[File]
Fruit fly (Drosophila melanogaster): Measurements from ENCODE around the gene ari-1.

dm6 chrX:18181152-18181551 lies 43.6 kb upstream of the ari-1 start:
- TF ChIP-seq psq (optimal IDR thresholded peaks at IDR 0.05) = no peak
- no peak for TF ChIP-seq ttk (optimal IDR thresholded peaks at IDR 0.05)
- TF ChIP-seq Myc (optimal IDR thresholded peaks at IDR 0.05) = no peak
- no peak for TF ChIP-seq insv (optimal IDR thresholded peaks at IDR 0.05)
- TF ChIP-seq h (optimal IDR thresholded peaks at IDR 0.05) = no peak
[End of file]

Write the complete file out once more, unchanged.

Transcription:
Fruit fly (Drosophila melanogaster): Measurements from ENCODE around the gene ari-1.

dm6 chrX:18181152-18181551 lies 43.6 kb upstream of the ari-1 start:
- TF ChIP-seq psq (optimal IDR thresholded peaks at IDR 0.05) = no peak
- no peak for TF ChIP-seq ttk (optimal IDR thresholded peaks at IDR 0.05)
- TF ChIP-seq Myc (optimal IDR thresholded peaks at IDR 0.05) = no peak
- no peak for TF ChIP-seq insv (optimal IDR thresholded peaks at IDR 0.05)
- TF ChIP-seq h (optimal IDR thresholded peaks at IDR 0.05) = no peak